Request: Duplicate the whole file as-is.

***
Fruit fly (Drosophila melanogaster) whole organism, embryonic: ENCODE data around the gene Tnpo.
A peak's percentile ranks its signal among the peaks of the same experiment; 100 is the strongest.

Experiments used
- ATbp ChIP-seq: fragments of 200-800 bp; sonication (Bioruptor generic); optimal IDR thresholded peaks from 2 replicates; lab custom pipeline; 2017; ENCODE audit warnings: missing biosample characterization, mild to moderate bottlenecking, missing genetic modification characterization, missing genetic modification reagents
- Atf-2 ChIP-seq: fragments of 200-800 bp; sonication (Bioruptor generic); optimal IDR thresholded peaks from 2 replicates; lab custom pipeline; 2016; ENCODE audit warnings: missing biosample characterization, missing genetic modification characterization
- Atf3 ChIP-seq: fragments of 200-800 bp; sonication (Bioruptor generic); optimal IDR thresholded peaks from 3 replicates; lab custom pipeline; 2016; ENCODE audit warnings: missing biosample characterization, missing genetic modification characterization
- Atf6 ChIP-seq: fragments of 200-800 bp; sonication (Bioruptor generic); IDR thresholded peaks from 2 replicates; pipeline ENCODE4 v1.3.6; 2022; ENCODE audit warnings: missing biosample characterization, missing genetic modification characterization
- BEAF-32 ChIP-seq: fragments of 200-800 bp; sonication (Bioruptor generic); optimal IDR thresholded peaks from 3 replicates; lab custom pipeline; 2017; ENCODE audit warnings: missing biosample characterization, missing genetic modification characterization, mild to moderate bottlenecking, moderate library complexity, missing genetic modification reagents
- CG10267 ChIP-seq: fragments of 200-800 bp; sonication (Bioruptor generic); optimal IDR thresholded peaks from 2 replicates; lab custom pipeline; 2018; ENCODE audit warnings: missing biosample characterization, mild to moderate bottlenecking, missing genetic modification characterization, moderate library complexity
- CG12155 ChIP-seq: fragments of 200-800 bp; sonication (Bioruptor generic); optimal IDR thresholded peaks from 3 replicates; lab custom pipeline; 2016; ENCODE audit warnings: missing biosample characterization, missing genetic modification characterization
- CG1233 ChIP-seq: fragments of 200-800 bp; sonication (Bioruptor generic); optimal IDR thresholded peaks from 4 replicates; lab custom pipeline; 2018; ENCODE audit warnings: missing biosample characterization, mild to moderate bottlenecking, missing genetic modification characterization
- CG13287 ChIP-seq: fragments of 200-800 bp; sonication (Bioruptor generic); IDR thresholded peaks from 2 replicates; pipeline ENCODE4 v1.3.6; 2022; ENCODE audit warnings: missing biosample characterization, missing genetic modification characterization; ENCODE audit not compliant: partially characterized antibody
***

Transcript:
Fruit fly (Drosophila melanogaster) whole organism, embryonic: ENCODE data around the gene Tnpo.
A peak's percentile ranks its signal among the peaks of the same experiment; 100 is the strongest.

Experiments used
- ATbp ChIP-seq: fragments of 200-800 bp; sonication (Bioruptor generic); optimal IDR thresholded peaks from 2 replicates; lab custom pipeline; 2017; ENCODE audit warnings: missing biosample characterization, mild to moderate bottlenecking, missing genetic modification characterization, missing genetic modification reagents
- Atf-2 ChIP-seq: fragments of 200-800 bp; sonication (Bioruptor generic); optimal IDR thresholded peaks from 2 replicates; lab custom pipeline; 2016; ENCODE audit warnings: missing biosample characterization, missing genetic modification characterization
- Atf3 ChIP-seq: fragments of 200-800 bp; sonication (Bioruptor generic); optimal IDR thresholded peaks from 3 replicates; lab custom pipeline; 2016; ENCODE audit warnings: missing biosample characterization, missing genetic modification characterization
- Atf6 ChIP-seq: fragments of 200-800 bp; sonication (Bioruptor generic); IDR thresholded peaks from 2 replicates; pipeline ENCODE4 v1.3.6; 2022; ENCODE audit warnings: missing biosample characterization, missing genetic modification characterization
- BEAF-32 ChIP-seq: fragments of 200-800 bp; sonication (Bioruptor generic); optimal IDR thresholded peaks from 3 replicates; lab custom pipeline; 2017; ENCODE audit warnings: missing biosample characterization, missing genetic modification characterization, mild to moderate bottlenecking, moderate library complexity, missing genetic modification reagents
- CG10267 ChIP-seq: fragments of 200-800 bp; sonication (Bioruptor generic); optimal IDR thresholded peaks from 2 replicates; lab custom pipeline; 2018; ENCODE audit warnings: missing biosample characterization, mild to moderate bottlenecking, missing genetic modification characterization, moderate library complexity
- CG12155 ChIP-seq: fragments of 200-800 bp; sonication (Bioruptor generic); optimal IDR thresholded peaks from 3 replicates; lab custom pipeline; 2016; ENCODE audit warnings: missing biosample characterization, missing genetic modification characterization
- CG1233 ChIP-seq: fragments of 200-800 bp; sonication (Bioruptor generic); optimal IDR thresholded peaks from 4 replicates; lab custom pipeline; 2018; ENCODE audit warnings: missing biosample characterization, mild to moderate bottlenecking, missing genetic modification characterization
- CG13287 ChIP-seq: fragments of 200-800 bp; sonication (Bioruptor generic); IDR thresholded peaks from 2 replicates; pipeline ENCODE4 v1.3.6; 2022; ENCODE audit warnings: missing biosample characterization, missing genetic modification characterization; ENCODE audit not compliant: partially characterized antibody